Worse than the wife-beating question, once the question is asked, one wonders, what is the acceptable answer? Shall we say, “I direct my thanks to God for not making me like other men,” and echo the proud Pharisee? Or shall we say, “I myself have made myself humble enough to merit God’s blessings,” and ignore prevenient grace? God forbid either of these answers. Let us merely say, “God, be merciful to me, a sinner.” God may answer, “Your faith has saved you,”(2) but we will always say, “You, God, have saved me in your graciousness.” No further attempt to enter into the flawed question should be made.
So following C.S. Lewis’ advice here is key. When you find yourself wondering how humble you are (rather than how great God is), or whether you think your gratitude to God hides some sinister bit of pride (rather than waiting moment-by-moment to continue to drink from His fountain of blessings), or you begin to compare yourself to someone else (and then try to talk down to… yourself?) just laugh at your own folly. Immediately direct your soul to God. Call out in bemused sincerity, “Lord, have mercy,” and refocus your gratitude on God… the Lover of mankind and Fount of all blessings.
And if someone else tries to ask such questions to attack your faith in God and make you think about yourself rather than God, perhaps invite them to appreciate with you the irony of suggesting that genuine faith and humility might be sources of pride. Invite them to appreciate the irony of them suggesting their view is more humble and therefore greater than your view. Invite them to look at God’s saving grace rather then trying to dissect human faith and humility. After all, as one Christian has said, “The humility and choice of faith in Christ is composed of abandonment of all hope of self merit and the acknowledgment of being worthy of damnation. This is accompanied by trusting only in Christ for salvation as an undeserved gift. The idea that faith involves worthiness or merit on our part is an obviously ridiculous idea.”(3)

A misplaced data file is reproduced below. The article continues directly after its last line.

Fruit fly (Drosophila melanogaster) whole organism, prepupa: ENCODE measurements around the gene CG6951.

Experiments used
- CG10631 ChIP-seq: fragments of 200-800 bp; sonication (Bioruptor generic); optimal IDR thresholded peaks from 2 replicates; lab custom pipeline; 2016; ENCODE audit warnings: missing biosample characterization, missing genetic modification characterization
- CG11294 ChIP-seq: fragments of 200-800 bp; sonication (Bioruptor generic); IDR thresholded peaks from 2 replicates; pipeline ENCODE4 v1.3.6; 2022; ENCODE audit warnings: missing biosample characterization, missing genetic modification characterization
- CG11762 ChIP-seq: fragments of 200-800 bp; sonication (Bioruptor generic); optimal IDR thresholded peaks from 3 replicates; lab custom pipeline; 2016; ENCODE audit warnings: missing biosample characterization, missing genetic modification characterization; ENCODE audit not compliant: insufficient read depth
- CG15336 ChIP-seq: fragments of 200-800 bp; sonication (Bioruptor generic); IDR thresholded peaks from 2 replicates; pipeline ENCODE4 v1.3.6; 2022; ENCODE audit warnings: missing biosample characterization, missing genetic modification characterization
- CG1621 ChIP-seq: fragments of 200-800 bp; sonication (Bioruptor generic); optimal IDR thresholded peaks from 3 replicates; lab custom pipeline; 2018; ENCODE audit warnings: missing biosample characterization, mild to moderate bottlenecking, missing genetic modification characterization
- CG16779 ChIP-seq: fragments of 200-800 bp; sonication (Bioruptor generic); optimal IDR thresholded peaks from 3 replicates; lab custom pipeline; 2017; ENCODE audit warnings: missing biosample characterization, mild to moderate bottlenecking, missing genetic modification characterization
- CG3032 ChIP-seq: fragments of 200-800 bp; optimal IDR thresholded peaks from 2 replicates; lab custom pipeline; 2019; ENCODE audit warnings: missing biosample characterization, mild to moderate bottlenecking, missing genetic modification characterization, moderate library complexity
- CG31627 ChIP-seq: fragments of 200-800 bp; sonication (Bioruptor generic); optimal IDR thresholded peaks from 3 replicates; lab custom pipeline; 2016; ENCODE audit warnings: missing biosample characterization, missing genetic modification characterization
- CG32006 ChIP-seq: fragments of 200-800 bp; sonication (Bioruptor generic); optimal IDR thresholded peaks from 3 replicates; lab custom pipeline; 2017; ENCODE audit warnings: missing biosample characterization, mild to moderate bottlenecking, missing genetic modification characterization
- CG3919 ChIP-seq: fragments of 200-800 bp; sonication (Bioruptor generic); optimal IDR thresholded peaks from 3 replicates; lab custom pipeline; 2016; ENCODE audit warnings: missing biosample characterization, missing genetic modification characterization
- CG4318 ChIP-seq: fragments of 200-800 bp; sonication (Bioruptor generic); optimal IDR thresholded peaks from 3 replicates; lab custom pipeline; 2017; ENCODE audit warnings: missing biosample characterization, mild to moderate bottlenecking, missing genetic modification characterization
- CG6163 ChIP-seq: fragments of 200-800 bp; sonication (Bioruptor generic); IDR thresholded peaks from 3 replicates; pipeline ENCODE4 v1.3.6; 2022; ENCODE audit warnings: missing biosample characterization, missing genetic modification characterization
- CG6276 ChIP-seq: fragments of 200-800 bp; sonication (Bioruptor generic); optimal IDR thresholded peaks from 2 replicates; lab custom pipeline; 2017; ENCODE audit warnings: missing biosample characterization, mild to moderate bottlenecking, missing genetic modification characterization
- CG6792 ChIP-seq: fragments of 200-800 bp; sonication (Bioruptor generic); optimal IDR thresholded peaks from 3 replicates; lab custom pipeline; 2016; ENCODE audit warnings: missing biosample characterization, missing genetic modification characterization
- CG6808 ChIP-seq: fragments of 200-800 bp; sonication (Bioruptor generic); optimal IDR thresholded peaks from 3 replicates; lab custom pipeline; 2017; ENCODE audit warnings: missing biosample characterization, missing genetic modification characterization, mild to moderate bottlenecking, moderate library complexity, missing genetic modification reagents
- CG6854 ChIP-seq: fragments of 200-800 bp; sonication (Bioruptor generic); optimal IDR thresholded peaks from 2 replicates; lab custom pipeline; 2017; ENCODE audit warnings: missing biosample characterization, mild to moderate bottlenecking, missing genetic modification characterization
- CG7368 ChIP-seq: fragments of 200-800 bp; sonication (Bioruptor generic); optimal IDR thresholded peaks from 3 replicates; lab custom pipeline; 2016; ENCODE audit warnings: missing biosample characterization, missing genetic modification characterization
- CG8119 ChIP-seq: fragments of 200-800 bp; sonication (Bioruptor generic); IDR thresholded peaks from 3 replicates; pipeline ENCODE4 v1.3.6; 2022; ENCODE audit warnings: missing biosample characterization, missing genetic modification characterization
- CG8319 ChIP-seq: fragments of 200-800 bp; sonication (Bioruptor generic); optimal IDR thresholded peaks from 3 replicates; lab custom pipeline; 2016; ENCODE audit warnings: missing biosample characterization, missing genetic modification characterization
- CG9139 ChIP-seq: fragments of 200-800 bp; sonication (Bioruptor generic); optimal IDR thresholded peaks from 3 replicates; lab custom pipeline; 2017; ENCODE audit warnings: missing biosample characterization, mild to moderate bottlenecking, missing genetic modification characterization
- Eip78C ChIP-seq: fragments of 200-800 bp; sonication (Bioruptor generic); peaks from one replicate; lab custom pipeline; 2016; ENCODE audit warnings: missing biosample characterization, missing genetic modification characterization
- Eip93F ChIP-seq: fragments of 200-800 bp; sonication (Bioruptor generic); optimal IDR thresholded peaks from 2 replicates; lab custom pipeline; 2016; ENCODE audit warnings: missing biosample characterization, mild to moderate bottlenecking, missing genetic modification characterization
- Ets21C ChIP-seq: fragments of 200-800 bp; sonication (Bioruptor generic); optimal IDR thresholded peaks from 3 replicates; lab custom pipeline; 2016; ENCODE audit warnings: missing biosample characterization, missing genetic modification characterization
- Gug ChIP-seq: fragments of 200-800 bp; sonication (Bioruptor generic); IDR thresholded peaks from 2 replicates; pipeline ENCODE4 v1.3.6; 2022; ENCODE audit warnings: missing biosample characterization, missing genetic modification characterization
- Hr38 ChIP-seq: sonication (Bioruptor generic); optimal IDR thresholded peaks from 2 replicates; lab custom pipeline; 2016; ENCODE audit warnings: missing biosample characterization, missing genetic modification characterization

Indeed, as Paul says, even if we were justified by works, we would have nothing to boast about to God (Romans 4:2 — we would still see ourselves before God as but “unprofitable servants”). Much less, then, would we have anything to boast about humility and faith! The idea is not only ironic but ridiculous. Indeed, there can’t be a “much less” than “nothing to boast about.”
Thinking about God shows why this is so: He created us, sustains us, died on the cross for the whole world even though we were his enemies, places us in the times and locations where He desires us to seek him, frees our will to be able to respond to Him, invites us to partake of Himself, pours out His Spirit, and promises to glorify believers in Heaven with himself!
(1) You can read all of the satirical advise from Screwtape to Wormwood here: http://lylemook.com/…/01/17/screwtape-on-pride-and-humility/ ).
(2) Luke 7:50, 17:19, 18:42.
(3) John Smith, member of SEA.